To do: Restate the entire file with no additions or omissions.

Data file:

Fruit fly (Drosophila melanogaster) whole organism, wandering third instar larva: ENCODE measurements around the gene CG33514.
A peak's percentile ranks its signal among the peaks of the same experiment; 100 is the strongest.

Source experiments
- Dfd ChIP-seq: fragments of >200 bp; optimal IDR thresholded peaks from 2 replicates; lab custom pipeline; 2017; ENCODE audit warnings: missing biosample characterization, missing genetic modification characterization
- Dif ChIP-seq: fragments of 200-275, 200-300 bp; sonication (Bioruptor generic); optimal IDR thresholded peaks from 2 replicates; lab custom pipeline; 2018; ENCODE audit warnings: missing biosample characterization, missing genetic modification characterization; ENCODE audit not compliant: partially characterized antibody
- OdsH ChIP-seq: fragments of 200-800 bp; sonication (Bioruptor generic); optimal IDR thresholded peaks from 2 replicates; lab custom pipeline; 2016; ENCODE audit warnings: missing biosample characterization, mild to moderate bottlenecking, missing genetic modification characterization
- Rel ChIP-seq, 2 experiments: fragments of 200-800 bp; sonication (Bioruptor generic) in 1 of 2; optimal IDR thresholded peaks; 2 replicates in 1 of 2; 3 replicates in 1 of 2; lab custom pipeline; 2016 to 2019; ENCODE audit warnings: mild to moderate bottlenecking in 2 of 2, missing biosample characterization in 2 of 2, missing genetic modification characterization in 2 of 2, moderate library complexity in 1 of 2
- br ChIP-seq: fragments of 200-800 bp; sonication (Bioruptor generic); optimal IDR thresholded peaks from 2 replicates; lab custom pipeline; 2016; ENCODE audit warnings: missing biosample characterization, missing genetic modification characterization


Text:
Fruit fly (Drosophila melanogaster) whole organism, wandering third instar larva: ENCODE measurements around the gene CG33514.
A peak's percentile ranks its signal among the peaks of the same experiment; 100 is the strongest.

Source experiments
- Dfd ChIP-seq: fragments of >200 bp; optimal IDR thresholded peaks from 2 replicates; lab custom pipeline; 2017; ENCODE audit warnings: missing biosample characterization, missing genetic modification characterization
- Dif ChIP-seq: fragments of 200-275, 200-300 bp; sonication (Bioruptor generic); optimal IDR thresholded peaks from 2 replicates; lab custom pipeline; 2018; ENCODE audit warnings: missing biosample characterization, missing genetic modification characterization; ENCODE audit not compliant: partially characterized antibody
- OdsH ChIP-seq: fragments of 200-800 bp; sonication (Bioruptor generic); optimal IDR thresholded peaks from 2 replicates; lab custom pipeline; 2016; ENCODE audit warnings: missing biosample characterization, mild to moderate bottlenecking, missing genetic modification characterization
- Rel ChIP-seq, 2 experiments: fragments of 200-800 bp; sonication (Bioruptor generic) in 1 of 2; optimal IDR thresholded peaks; 2 replicates in 1 of 2; 3 replicates in 1 of 2; lab custom pipeline; 2016 to 2019; ENCODE audit warnings: mild to moderate bottlenecking in 2 of 2, missing biosample characterization in 2 of 2, missing genetic modification characterization in 2 of 2, moderate library complexity in 1 of 2
- br ChIP-seq: fragments of 200-800 bp; sonication (Bioruptor generic); optimal IDR thresholded peaks from 2 replicates; lab custom pipeline; 2016; ENCODE audit warnings: missing biosample characterization, missing genetic modification characterization